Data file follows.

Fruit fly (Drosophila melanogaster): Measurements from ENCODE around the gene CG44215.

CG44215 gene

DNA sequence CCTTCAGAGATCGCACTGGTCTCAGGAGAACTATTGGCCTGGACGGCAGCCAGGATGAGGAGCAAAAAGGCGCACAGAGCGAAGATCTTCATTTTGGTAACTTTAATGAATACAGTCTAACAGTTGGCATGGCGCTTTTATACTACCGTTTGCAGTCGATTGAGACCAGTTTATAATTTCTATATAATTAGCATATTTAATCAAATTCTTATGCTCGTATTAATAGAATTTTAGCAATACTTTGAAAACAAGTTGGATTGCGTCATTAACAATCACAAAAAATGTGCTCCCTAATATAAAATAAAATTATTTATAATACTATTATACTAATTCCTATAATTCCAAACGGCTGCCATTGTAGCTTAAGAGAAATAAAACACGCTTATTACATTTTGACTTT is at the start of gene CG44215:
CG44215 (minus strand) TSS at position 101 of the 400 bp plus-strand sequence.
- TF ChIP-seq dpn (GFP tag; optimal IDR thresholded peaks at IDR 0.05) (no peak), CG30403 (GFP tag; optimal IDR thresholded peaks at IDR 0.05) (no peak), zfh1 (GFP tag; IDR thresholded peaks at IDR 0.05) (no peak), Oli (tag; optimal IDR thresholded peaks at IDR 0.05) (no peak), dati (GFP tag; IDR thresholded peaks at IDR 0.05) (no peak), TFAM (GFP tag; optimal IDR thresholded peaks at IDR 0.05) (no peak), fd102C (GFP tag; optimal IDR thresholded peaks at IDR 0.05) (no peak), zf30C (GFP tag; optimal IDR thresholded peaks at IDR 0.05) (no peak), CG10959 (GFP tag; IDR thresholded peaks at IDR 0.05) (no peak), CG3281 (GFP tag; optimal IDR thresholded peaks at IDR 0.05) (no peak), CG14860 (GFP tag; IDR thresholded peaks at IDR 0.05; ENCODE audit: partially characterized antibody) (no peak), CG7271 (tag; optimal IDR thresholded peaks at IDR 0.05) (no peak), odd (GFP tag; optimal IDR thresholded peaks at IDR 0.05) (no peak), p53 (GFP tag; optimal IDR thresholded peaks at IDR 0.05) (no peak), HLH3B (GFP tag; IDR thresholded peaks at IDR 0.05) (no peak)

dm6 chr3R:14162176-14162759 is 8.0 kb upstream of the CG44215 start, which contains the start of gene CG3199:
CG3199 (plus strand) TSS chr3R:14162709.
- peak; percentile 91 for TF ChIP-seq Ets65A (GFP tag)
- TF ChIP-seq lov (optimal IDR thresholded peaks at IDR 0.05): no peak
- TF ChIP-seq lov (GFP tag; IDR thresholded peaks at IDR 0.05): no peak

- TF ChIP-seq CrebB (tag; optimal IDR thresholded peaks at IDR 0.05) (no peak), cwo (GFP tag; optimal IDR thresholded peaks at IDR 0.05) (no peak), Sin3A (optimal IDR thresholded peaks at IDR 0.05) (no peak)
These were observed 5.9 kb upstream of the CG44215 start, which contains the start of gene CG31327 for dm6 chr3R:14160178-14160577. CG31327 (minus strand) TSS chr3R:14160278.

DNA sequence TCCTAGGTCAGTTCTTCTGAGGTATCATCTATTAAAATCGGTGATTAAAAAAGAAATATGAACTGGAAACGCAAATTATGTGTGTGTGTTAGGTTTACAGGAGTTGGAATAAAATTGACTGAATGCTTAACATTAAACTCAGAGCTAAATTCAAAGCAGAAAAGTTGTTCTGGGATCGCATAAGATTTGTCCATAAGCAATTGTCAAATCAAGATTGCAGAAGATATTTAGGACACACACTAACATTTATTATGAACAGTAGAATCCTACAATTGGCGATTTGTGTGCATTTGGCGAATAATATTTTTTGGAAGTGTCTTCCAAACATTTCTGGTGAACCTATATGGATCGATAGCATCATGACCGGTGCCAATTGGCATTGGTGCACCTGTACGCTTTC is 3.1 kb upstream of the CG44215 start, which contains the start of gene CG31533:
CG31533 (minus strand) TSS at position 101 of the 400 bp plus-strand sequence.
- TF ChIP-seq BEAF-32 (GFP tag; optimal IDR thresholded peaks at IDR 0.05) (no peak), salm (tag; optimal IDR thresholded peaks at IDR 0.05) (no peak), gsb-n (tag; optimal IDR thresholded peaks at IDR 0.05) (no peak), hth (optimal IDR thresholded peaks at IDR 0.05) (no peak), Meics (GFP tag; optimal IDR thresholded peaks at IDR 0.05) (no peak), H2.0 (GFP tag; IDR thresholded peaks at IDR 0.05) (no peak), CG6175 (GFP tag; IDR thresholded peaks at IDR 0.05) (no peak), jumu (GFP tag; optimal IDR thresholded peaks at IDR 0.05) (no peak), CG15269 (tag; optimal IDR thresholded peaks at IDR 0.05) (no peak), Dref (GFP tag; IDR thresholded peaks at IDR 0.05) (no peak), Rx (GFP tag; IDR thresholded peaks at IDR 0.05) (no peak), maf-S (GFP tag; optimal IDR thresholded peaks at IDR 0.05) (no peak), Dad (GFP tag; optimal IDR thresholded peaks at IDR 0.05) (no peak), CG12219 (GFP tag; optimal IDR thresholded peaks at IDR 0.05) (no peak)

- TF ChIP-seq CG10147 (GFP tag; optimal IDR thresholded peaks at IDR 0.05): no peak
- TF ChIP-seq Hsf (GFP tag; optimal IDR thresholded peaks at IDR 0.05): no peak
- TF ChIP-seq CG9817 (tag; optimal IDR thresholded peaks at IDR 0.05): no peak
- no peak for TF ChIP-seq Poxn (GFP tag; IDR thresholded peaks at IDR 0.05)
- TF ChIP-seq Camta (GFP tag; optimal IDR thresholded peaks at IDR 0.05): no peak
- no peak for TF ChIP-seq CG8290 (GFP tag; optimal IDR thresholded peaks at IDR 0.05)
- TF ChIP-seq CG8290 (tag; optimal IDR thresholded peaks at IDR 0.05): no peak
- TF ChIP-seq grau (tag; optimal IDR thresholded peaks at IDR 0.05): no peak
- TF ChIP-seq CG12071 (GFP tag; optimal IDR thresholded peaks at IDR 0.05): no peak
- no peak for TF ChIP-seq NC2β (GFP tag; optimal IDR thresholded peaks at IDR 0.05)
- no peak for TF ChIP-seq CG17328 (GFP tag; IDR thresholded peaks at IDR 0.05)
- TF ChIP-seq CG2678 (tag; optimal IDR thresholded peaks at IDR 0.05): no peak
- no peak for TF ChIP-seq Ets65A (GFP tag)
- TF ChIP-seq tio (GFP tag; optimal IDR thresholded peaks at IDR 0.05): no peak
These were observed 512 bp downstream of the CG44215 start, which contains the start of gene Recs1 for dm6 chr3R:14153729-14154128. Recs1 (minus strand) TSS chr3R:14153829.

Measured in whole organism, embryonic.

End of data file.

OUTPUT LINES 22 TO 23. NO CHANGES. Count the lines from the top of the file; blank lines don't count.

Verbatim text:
- TF ChIP-seq CG8290 (tag; optimal IDR thresholded peaks at IDR 0.05): no peak
- TF ChIP-seq grau (tag; optimal IDR thresholded peaks at IDR 0.05): no peak